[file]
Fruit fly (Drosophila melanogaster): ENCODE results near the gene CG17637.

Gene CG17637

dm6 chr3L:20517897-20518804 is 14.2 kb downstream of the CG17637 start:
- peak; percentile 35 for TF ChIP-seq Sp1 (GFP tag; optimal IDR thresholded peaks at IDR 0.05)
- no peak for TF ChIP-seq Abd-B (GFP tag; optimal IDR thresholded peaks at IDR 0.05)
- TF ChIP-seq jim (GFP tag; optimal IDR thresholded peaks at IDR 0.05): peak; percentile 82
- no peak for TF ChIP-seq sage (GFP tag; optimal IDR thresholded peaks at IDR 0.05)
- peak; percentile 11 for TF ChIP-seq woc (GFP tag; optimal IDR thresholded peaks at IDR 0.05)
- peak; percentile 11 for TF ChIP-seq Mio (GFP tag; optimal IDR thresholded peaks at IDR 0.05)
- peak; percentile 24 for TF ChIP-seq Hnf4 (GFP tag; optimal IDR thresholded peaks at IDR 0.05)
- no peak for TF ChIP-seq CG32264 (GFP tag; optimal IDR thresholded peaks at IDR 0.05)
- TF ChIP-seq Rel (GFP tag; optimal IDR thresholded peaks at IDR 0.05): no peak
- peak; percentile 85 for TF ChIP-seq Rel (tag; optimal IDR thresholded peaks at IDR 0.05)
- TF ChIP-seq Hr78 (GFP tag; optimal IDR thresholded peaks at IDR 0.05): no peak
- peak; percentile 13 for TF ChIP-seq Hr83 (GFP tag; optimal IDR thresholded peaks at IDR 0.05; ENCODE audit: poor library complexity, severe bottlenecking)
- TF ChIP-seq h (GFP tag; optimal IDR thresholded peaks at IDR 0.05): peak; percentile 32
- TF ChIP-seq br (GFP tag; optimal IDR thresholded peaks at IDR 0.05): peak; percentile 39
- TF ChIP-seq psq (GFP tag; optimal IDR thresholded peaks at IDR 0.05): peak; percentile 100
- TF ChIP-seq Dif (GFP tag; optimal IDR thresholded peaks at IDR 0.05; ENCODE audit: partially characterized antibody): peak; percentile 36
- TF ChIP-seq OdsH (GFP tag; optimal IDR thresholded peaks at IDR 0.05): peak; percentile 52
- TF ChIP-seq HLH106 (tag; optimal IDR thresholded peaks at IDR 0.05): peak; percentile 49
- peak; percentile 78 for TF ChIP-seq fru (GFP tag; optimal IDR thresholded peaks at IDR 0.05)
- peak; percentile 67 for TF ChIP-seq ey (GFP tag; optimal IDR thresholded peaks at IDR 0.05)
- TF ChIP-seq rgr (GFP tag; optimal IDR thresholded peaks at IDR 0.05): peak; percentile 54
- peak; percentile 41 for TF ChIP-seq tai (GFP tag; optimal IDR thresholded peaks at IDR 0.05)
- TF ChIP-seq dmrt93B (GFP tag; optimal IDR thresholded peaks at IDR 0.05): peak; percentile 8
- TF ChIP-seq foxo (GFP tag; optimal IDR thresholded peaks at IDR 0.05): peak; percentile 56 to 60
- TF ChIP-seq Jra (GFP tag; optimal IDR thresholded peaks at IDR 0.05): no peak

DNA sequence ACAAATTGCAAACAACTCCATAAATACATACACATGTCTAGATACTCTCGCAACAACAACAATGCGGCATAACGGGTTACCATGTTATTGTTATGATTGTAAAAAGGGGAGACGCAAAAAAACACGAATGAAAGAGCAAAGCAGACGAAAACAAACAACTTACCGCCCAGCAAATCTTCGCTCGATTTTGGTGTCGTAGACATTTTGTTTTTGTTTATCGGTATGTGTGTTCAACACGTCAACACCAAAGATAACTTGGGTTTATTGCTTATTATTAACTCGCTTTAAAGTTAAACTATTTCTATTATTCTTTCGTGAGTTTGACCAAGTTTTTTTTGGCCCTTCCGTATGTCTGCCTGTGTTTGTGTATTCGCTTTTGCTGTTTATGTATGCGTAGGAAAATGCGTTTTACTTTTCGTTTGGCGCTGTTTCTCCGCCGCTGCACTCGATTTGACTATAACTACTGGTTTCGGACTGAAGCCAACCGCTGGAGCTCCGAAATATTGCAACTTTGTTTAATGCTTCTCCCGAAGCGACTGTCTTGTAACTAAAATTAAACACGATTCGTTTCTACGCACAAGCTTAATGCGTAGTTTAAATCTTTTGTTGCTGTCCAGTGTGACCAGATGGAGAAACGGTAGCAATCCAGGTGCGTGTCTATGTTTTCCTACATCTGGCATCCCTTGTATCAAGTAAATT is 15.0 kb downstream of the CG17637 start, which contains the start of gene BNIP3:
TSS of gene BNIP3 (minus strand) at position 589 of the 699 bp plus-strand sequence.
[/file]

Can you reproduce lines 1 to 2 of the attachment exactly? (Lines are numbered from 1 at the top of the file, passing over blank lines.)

Fruit fly (Drosophila melanogaster): ENCODE results near the gene CG17637.

Gene CG17637